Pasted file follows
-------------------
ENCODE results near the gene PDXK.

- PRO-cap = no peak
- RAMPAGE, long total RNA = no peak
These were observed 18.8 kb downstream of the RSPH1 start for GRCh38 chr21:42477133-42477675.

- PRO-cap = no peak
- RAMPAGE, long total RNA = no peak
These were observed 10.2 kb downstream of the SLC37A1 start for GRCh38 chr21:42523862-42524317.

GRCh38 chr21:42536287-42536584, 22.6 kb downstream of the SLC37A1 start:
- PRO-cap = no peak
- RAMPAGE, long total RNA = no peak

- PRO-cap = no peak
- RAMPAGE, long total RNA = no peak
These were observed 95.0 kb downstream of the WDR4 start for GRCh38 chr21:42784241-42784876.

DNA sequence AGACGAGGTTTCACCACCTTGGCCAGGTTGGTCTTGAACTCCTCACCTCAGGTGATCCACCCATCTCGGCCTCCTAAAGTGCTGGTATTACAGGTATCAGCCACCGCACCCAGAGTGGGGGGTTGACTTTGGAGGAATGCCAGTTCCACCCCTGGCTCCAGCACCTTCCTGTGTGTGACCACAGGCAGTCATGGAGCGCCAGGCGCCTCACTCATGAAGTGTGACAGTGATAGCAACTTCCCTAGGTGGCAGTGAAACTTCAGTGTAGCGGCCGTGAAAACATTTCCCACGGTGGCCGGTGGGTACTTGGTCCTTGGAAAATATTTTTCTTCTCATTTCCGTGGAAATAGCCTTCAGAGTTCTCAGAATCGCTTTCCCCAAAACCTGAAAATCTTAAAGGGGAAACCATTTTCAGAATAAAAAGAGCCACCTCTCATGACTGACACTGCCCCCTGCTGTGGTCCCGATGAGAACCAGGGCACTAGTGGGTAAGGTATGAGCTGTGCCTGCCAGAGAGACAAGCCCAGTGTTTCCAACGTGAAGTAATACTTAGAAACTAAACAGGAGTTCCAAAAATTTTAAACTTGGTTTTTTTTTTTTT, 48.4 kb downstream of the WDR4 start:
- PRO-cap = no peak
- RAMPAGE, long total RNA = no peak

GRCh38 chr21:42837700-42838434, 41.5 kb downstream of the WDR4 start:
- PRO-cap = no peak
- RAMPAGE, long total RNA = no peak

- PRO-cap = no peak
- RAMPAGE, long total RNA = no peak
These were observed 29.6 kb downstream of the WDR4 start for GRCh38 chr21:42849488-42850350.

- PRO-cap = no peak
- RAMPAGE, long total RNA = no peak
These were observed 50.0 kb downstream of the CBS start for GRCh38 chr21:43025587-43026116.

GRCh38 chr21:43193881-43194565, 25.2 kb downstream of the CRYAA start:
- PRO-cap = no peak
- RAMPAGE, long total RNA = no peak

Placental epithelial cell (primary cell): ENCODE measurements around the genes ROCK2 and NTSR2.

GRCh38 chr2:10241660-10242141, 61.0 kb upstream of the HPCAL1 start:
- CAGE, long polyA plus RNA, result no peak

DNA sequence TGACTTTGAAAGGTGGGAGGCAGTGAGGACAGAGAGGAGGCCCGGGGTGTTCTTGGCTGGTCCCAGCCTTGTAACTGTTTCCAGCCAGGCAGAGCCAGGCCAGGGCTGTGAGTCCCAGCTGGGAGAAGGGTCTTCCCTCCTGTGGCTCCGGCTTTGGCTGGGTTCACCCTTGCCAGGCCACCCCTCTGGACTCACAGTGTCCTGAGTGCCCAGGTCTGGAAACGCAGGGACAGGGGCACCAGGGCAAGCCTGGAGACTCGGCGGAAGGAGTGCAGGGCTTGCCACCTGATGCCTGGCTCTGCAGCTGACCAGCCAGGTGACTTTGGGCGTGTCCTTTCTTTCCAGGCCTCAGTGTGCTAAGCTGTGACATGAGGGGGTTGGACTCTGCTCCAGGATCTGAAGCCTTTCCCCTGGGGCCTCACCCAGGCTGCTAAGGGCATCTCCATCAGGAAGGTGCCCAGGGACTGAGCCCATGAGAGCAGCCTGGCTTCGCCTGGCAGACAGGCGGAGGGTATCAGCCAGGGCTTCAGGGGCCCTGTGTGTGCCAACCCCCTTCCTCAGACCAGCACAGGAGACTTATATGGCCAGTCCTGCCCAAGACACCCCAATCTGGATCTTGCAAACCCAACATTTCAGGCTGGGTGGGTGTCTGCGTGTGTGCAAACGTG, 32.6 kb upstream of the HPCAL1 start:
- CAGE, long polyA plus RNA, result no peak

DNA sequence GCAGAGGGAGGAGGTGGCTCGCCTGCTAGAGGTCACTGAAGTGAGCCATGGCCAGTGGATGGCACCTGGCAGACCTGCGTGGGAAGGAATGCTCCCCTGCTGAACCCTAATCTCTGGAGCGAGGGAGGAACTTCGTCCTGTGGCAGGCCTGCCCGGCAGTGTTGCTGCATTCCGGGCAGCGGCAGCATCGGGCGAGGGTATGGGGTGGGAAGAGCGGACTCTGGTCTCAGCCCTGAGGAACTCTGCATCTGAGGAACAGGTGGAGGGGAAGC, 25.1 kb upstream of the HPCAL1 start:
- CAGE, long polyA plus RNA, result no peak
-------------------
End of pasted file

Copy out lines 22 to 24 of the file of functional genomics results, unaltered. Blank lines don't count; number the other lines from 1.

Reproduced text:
These were observed 29.6 kb downstream of the WDR4 start for GRCh38 chr21:42849488-42850350.

- PRO-cap = no peak
- RAMPAGE, long total RNA = no peak